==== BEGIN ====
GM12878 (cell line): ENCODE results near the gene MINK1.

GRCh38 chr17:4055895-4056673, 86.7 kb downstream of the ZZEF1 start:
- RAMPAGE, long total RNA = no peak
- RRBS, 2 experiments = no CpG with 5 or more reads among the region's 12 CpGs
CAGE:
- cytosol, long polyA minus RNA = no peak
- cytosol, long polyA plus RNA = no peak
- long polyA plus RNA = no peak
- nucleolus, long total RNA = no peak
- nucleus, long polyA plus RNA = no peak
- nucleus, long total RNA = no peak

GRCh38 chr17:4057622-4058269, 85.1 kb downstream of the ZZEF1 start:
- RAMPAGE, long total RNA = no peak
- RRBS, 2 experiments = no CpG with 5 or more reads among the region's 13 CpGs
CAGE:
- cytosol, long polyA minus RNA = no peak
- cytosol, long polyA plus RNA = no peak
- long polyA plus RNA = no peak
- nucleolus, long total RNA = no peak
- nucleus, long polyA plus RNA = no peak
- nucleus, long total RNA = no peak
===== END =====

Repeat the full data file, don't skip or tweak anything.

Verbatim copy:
GM12878 (cell line): ENCODE results near the gene MINK1.

GRCh38 chr17:4055895-4056673, 86.7 kb downstream of the ZZEF1 start:
- RAMPAGE, long total RNA = no peak
- RRBS, 2 experiments = no CpG with 5 or more reads among the region's 12 CpGs
CAGE:
- cytosol, long polyA minus RNA = no peak
- cytosol, long polyA plus RNA = no peak
- long polyA plus RNA = no peak
- nucleolus, long total RNA = no peak
- nucleus, long polyA plus RNA = no peak
- nucleus, long total RNA = no peak

GRCh38 chr17:4057622-4058269, 85.1 kb downstream of the ZZEF1 start:
- RAMPAGE, long total RNA = no peak
- RRBS, 2 experiments = no CpG with 5 or more reads among the region's 13 CpGs
CAGE:
- cytosol, long polyA minus RNA = no peak
- cytosol, long polyA plus RNA = no peak
- long polyA plus RNA = no peak
- nucleolus, long total RNA = no peak
- nucleus, long polyA plus RNA = no peak
- nucleus, long total RNA = no peak